Seniors, Exercise and Heart Health

Exercise isn’t just for those who are relatively young; even those well past middle age can benefit from physical activity. Research from a team of Korean scientists further illustrates the importance of exercise for older adults.

Mounds of Data

This report cast a very wide net, encompassing over 1.1 million individuals. The data was provided to the authors by South Korea’s National Health Insurance Service (NIHS), an agency which serves nearly the entire country. Each of these individuals underwent two health checks, during which they were quizzed about their lifestyles and levels of physical activity. 

The authors made note of those with moderate and vigorous levels of exercise. The former was defined as at least thirty minutes daily of of dancing, gardening, or brisk walking; in contrast, the latter required twenty minutes or more of running, fast cycling, or aerobic exercise. 

At their first health check, some 78% of female subjects qualified as physically inactive. This figure remained nearly constant (77%) a few years later during the womens’ second checkup. Likewise, a solid majority of men were found to be physically inactive during their two checkups – 67% during their initial screening, and 66% during their second round of testing.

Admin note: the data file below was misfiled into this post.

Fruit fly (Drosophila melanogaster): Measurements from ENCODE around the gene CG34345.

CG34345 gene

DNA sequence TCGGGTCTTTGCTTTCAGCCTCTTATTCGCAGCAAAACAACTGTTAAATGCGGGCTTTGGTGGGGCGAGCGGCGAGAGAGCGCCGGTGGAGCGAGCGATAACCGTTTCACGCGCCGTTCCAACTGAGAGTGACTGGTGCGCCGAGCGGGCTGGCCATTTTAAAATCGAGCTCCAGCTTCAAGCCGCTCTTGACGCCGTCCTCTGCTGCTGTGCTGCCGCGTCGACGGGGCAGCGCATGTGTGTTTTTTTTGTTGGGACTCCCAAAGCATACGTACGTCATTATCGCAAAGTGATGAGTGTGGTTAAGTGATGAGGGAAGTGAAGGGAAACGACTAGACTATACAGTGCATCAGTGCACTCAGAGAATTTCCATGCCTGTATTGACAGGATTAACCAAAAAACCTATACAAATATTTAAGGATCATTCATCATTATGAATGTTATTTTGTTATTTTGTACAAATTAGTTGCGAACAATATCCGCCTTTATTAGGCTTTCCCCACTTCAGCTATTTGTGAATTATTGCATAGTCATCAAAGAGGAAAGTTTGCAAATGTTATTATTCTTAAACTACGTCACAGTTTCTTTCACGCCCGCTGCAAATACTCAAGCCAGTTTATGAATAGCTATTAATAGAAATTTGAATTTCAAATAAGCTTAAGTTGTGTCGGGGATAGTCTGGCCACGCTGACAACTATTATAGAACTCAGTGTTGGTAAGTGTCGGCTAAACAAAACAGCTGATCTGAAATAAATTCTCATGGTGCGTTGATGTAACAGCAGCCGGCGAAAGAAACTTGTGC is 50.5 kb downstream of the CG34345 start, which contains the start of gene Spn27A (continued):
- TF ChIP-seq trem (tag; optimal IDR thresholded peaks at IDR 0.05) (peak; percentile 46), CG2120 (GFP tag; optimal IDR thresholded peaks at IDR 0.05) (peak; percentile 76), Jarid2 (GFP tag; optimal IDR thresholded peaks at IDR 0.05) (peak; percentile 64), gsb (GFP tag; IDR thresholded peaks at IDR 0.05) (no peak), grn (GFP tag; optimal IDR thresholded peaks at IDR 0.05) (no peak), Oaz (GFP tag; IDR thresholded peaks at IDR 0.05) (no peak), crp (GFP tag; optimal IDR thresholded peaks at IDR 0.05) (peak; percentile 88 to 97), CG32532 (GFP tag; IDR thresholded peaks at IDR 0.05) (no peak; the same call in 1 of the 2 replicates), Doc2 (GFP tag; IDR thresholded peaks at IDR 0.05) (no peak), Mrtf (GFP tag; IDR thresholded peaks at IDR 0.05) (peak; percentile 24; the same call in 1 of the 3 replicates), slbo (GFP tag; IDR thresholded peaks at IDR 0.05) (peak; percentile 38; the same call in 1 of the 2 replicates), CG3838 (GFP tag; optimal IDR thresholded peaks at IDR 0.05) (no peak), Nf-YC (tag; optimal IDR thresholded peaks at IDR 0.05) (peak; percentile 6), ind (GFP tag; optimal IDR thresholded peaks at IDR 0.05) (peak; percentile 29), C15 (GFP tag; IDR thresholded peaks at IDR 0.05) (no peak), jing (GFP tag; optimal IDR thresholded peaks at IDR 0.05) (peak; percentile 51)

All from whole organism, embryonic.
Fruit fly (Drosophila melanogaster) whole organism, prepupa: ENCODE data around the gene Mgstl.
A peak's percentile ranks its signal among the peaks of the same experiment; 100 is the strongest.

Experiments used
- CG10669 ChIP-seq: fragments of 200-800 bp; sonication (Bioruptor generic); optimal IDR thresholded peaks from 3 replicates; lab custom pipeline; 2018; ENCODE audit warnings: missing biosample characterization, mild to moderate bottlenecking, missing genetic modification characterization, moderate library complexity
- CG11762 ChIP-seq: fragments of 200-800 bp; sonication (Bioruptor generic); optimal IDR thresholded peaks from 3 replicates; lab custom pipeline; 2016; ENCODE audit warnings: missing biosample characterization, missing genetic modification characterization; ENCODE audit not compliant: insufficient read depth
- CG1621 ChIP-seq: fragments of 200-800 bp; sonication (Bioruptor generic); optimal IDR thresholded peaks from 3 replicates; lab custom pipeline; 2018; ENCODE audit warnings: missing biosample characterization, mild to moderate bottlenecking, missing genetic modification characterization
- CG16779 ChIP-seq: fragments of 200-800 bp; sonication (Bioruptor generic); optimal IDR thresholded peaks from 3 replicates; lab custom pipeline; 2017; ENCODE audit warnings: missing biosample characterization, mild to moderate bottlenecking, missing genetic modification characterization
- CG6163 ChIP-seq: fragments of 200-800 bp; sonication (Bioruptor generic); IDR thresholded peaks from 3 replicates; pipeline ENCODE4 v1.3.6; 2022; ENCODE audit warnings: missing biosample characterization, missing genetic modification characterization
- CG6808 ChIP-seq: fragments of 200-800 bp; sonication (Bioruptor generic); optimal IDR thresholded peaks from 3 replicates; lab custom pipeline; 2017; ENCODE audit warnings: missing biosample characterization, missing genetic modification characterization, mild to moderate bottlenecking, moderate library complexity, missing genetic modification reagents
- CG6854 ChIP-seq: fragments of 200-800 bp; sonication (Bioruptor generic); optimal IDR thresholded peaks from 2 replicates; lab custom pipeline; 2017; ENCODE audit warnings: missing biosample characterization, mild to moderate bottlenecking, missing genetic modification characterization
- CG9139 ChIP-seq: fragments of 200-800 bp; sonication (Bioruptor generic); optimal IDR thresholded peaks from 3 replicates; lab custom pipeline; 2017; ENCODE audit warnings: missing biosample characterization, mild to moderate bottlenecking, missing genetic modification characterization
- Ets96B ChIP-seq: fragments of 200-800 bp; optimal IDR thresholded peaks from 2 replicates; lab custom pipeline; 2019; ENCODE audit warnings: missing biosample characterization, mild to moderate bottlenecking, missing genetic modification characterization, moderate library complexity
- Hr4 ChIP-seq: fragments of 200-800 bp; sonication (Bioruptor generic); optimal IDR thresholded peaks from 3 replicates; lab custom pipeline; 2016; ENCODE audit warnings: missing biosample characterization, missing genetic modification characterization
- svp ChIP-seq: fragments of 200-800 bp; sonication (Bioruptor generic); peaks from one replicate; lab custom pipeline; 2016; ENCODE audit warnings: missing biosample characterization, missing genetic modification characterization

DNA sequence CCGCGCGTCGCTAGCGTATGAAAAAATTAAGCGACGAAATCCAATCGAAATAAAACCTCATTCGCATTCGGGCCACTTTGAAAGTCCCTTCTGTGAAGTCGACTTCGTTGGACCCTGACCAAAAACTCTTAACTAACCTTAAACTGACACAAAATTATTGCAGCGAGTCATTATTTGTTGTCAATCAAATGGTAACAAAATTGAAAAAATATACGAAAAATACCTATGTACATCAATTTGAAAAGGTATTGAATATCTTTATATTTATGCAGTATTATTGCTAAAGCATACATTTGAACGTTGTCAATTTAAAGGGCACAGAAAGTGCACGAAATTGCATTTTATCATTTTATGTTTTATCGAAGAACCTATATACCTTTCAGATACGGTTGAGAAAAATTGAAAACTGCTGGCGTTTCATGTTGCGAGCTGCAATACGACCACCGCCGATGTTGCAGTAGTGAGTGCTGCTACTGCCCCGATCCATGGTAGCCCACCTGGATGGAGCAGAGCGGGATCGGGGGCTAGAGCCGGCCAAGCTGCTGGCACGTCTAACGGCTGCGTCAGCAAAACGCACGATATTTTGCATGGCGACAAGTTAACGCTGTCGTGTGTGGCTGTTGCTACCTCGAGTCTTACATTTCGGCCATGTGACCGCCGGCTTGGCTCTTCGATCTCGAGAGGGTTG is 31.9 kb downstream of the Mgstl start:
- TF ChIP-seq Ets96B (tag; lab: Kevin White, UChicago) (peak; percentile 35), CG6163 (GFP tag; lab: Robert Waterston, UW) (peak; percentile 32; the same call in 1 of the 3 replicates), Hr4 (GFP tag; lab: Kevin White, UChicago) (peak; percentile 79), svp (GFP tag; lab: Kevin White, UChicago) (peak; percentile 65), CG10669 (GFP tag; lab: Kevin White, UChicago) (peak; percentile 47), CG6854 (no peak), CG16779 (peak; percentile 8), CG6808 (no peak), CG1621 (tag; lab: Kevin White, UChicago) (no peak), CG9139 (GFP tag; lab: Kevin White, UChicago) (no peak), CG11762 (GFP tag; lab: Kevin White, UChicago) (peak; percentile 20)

Healthier Life, Healthier Heart

Aside from the above findings, the authors also noted that physically inactive subjects who increased their exercise levels could enjoy better long term heart health. Specifically, those who went from being “continuously inactive” to “moderately or vigorously active” three to four times weekly enjoyed an 11 percent decrease in not only stroke, but also of heart disease. Conversely, subjects who became less active between the two check ups saw their risk of cardiovascular problems increase dramatically, to the tune of 27 percent. 

Kyuwoong Kim, the study’s lead author and a faculty member at Seoul National University, stated that “the most important message from this research is that older adults should increase or maintain their exercise frequency to prevent cardiovascular disease. While older adults find it difficult to engage in regular physical activity as they age, our research suggests that it is necessary to be more physically active for cardiovascular health, and this is also true for people with disabilities and chronic health conditions.”

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